John: I understand why reviewers use visual terms to describe Forma's music, but I don't think we're envisioning a particular place or space when we're composing music. For me, Forma has always been more about feeling out a process between the three of us. One of the major tenants of the so-called "minimalist" music of Steve Reich and Philip Glass was that it wasn't representative of a specific emotion, place, or thing. The music was representative of only itself. In Reich's case, it was a process playing itself out; with Glass, it was a series of intervals gradually changing. I'm not saying that Forma's music doesn't take on some emotional capacity or evoke something visual—I think it absolutely does, and we put a lot of thought into the visuals and titles surrounding the latest album, which certainly evoke a very particular sense of place. But it's kind of interesting that with Forma those things tend to emerge afterwards, after this process of group improvisation [and] composition under constraints has played itself out.
George: You could imagine situations where improvisational musicians would use visual metaphors or visual devices to ground or guide their activity. We do not do that. There are visual constructs that I do use in my own playing, but they are things that are very practical, like a sixteen-step grid. We’re working with a lot of gear, and a lot of our premises are around gridded-out step sequences and really long, repetitive patterns, so I would say that such imagery has a functional role in Forma, but not necessarily a thematic input into how we compose.
In the same way that we don’t have any visual imagery to guide our creative process, we don’t have any input saying, “Now we’re going to do this sad song, now we’re gonna do this happy song,” or whatever. It’s all sort of emergent. All forms of meaning are just emergent within our music; we don’t go in with a lot of pre-established parameters, especially thematic ones.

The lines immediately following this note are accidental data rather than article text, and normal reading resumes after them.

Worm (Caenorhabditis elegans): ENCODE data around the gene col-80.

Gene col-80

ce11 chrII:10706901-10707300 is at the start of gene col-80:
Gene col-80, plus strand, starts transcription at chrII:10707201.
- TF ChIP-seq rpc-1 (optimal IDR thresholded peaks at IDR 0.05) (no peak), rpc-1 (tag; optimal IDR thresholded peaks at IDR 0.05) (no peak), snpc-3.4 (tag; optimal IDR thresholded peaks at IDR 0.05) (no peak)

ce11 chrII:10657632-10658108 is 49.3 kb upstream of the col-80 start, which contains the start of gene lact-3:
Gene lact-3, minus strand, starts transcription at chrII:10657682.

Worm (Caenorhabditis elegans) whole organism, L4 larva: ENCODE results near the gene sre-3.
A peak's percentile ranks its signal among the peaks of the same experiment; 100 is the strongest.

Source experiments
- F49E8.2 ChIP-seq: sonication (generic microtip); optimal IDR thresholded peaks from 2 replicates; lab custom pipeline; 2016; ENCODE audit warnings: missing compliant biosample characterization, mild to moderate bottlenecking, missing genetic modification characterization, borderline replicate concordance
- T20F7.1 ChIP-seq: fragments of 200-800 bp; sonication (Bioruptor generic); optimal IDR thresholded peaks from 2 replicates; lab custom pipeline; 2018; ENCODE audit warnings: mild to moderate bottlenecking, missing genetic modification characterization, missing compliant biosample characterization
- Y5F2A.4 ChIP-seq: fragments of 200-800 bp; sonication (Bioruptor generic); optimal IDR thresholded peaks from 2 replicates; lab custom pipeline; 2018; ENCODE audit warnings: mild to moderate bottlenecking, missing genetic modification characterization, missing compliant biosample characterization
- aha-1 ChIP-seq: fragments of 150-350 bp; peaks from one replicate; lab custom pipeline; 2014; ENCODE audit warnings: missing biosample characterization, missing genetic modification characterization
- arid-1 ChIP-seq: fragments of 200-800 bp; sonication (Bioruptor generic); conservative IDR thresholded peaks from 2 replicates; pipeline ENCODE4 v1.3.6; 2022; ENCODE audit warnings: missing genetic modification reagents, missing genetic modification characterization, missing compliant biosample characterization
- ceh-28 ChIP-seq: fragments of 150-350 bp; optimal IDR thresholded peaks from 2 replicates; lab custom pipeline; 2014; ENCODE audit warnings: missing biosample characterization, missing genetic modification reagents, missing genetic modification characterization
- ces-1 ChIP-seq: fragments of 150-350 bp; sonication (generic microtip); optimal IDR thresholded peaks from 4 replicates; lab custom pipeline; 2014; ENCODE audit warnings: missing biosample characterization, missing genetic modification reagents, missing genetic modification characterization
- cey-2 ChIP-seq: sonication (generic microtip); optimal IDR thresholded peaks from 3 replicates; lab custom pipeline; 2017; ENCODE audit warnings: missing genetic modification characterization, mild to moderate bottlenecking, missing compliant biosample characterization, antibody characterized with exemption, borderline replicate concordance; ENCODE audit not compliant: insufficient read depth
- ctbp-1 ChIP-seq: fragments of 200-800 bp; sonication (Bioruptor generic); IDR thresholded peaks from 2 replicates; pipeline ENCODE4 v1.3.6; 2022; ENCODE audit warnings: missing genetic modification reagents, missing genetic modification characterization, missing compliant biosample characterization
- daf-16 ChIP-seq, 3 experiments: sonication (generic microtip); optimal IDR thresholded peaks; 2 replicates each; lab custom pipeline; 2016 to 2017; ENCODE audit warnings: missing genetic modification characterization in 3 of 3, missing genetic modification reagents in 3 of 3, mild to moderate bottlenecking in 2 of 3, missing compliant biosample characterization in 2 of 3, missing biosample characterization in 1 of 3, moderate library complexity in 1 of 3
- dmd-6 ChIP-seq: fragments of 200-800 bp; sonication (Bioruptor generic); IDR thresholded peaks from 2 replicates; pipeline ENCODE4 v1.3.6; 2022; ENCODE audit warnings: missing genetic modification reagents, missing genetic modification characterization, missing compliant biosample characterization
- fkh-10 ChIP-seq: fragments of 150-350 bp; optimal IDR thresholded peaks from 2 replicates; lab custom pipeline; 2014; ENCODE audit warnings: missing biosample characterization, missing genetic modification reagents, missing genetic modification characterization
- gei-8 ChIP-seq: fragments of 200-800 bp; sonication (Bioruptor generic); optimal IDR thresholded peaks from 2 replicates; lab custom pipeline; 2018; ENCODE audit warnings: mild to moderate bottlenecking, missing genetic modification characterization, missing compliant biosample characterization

Mark: It’s like the beauty of math, and how math turns into poetry and art. Music is sort of the most direct art of math, and relationships between numbers We’re not noise musicians, you know, and we’re not free jazz musicians; by using ARPs and sequencers, there’s a fairly balanced construct that we work inside of. Hence, this idea of a grid. And we’re always trying to figure out ways to fuck that up a little bit, but not enough to completely sidetrack us. Just trying to find some balance with it.
Mouth Mouth, the latest full-length transmission from New Zealand's Yeongrak, is infernal to the teeth. Swathed in contorted melodies, skeletal percussion, and incinerating distortion, the cryptic producer's latest interrogates the limits of what is sonically tolerable, shunting effect upon effects to create its hellish soundscape. Throughout much of the record, from the dully thumping opener, "ape rottin'" to the punishingly impenetrable closer, "shouldnt have a light fixture there anywy," Yeongrak shrouds the growls, burbles, and the palpitating beats in a thick saliva of filtration and mutilation. And like saliva, this distortion corrodes the structures, instruments, and voices trapped within its inexorable viscosity. Occasionally, Yeongrak swallows this strangulating spit, allowing the distortion to dissipate. At its most lucid, on cuts like "email@example.com" and "bandagey eggroll," a fractal, gurgling landscape irrupted by shards of shrieks, squelches, and synth stabs comes into focus. As infuriating as it is irresistable, Mouth Mouth has gnawed its way into becoming one of the most bizarre and rewarding releases of 2017.
The Funs are loud. The Funs write heavy music soaked in distortion, punctuated by thrashing drum palipitations, and laced with incantatory vocals. The Funs are finally bringing their uncompromisingly chaotic live show to Brooklyn’s Alphaville on March 10. Before this rare chance to catch the elusive group outside of their Midwestern hideaway in rural Illinois, AdHoc chatted with The Funs' Jessee Rose Crane and Philip Lesicko about their isolated headquarters, their upcoming endeavors, and their prognosis of today's uncertain DIY landscape.
The first line off of your upcoming EP, Is A Cult, is a directive to “go save yourself.” Is this addressed to anyone particular?